It'd be tough to do them, straight, though, because people aren't used to them anymore and the initial reaction would probably include at least one raised eyebrow. It's hard to get past that sort of thing with one's dignity intact. [rueful smile]

Angie

SzélsőFa said...

I wish I had problems like adressing various chapters with different titles! If I wrote something that were divided into chapters, whole, complete chapters, well, I might title them. Because I am old fashioned like that.

At present, we are re-reading the LOTR trilogy and there are titles. But in modern books they seem to have disappeared.

Vesper said...

I love chapter titles - they tell a story by themselves. But like you said, modern authors are probably afraid of being ridiculed or just not accepted, so they don't use them anymore. Too bad...

Bernita said...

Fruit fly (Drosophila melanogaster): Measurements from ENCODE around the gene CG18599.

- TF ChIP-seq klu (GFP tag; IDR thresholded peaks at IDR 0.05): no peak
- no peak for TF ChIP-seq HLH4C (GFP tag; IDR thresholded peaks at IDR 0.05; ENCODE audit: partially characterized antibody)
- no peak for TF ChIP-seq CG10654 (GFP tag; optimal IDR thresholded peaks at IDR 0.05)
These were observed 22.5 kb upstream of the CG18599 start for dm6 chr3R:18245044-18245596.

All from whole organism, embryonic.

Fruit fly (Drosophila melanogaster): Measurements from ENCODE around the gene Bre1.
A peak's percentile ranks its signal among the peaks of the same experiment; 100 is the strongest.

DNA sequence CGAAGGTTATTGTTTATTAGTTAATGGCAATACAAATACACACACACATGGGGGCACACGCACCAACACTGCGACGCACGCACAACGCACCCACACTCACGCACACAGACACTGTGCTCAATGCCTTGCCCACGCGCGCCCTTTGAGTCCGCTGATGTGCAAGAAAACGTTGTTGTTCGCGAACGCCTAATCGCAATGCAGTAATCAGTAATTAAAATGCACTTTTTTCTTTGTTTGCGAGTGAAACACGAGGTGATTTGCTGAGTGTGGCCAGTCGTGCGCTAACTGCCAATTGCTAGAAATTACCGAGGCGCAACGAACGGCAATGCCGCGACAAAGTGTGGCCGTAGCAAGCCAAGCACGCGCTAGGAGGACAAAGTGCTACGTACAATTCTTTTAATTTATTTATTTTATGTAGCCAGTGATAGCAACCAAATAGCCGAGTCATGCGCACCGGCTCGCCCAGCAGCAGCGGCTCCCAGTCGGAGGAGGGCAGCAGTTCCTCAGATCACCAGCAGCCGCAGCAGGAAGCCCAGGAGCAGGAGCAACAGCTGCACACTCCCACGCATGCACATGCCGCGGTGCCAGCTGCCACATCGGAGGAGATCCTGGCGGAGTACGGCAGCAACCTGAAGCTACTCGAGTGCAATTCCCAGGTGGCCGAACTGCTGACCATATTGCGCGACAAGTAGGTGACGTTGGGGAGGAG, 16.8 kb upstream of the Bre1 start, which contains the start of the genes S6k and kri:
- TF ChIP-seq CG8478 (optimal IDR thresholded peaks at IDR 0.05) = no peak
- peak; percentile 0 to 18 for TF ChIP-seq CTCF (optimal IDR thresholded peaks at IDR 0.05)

Angie, the aperitif concept survives occasionally in chapter epigrams and quotes, but I'm afraid you are right. To the modern eye they probably appear pretentious, or at least "quaint.".
Yet, "Chapter XVIII" sometimes seems so blah.

Szelsofa, they do have a certain charm.
And I'll admit I've wondered about using them.

Vesper, thank you for stopping by.

Do, please, check out Vesper's lovely blog.

moonrat said...

chapter titles are for nonfiction!!
[just my opinion]

Bernita said...

Eh, Moonrat, you opinion certainly counts!
But apart from a publishing convention, there may be other reasons.
Would a chapter title contradict the seamless factor, and - to use a cliche - "throw" the reader out of the story?

M.E Ellis said...

I've always had a thing about those screens. One day I want a big enough bedroom so that I can have one to undress behind, not that I would, but the idea of it is cool. And then I'd have to wear stockings so I could throw them over the top.